The 'no longer white' monument
The Taj Mahal was built by the mughal emperor Shah Jahan in memory of his queen Arjuman-d-Bano Begum, entitled 'Mumtaz Mahal'. She died in 1631 and her body was enshrined in crypt of the main tomb. Shah Jahan, who died in 1666 was also buried there. The Taj Mahal is a mausoleum of both Mumtaz Mahal and Shah Jahan.
Originally styled as 'Rauza-i-Munavvara' and 'Rausza-i-Mumtaz Mahal', gradually it became famous as Taj Mahal and Taj-Bibi-ka-Rauza translating into the Garden-Tomb of the Taj Queen. It was completed in 1648 in 17 years, at the cost of about Rupees four crore (40 million) when gold was sold at R.15 per tola (11.66 grams).
It was efficiently maintained by expert architects and engineers with the help of skilled masons, gardeners, and other workers, unitl it fell on bad days, in the 18th century A.D. its doors, loose fittings and furniture of ebony and sandalwood, costly lamps, stands, utensils, rugs, carpets, curtains and wall hangings of rare textiles, jewelled coverings - the entire paraphernalia was plundered successively by the Jats, the Marathas and the British of the East India Company who captured Agra in 1803. The British replaced the original gold kalash finjal in 1810 and, the Taj was once - during the regime of Willian Bentinck - put to auction only for the value of its marble. Fortunately this sacrilege was averted. The Taj survived, although in bare skeletal form without the Imperial coverings and due to the non-stop addition of pollutants into the air, the white marble has lost its original colour. Yet it is beautiful.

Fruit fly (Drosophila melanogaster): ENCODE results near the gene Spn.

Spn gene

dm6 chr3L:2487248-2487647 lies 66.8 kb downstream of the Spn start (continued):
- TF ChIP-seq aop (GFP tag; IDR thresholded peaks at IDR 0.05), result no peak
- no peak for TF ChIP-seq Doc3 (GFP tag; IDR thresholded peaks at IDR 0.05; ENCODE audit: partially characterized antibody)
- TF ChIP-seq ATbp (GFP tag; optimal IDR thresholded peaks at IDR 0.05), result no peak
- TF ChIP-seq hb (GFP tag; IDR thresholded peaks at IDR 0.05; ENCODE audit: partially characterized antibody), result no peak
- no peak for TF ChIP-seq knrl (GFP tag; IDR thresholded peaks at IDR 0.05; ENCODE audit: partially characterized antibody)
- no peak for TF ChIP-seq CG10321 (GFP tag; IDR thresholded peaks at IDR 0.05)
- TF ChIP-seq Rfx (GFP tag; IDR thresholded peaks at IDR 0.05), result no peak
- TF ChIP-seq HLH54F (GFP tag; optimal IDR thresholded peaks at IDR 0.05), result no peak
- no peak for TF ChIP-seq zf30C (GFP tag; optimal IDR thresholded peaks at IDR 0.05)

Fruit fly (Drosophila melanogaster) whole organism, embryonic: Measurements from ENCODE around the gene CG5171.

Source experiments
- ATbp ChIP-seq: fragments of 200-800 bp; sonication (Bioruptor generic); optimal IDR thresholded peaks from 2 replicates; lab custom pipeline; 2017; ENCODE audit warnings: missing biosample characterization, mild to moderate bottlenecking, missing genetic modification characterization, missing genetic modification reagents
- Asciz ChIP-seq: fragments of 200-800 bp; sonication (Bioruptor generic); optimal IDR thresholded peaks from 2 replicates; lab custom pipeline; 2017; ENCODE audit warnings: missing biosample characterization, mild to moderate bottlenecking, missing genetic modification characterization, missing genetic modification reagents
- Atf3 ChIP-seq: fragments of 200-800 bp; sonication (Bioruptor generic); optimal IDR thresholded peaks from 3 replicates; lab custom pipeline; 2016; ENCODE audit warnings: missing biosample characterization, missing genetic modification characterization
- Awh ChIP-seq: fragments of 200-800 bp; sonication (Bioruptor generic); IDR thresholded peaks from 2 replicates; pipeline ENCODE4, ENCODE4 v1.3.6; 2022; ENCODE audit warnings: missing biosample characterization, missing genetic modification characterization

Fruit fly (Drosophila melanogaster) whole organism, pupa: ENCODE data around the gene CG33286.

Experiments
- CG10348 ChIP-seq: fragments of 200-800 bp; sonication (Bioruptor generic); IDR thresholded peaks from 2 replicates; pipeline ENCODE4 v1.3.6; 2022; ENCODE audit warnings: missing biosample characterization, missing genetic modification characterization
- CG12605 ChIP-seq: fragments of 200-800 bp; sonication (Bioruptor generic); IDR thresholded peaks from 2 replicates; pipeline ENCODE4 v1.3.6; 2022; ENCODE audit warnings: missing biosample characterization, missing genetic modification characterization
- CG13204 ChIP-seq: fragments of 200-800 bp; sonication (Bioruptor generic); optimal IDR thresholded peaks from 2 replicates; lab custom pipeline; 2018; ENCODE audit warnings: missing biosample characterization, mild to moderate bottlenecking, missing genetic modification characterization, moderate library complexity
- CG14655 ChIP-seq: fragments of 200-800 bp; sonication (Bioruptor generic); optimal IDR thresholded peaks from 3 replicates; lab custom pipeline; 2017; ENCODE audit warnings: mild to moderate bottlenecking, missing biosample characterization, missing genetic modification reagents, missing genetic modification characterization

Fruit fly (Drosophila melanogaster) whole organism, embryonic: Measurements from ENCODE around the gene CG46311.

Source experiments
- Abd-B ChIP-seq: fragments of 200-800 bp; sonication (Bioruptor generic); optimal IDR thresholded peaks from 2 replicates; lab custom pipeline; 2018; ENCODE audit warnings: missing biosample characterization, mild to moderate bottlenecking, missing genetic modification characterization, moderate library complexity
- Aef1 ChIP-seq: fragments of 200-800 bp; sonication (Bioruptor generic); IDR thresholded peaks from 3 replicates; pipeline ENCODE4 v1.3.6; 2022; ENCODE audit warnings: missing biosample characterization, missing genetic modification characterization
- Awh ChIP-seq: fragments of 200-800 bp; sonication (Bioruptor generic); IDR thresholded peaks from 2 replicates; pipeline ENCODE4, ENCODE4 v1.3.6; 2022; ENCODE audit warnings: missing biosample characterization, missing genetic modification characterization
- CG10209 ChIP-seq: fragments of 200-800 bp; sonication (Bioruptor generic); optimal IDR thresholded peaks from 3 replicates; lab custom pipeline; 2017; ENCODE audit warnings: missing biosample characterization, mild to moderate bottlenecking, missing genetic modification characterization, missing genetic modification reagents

Now if only people (going away for almost 3 days) did not leave cell phones with their mothers it would be so much better.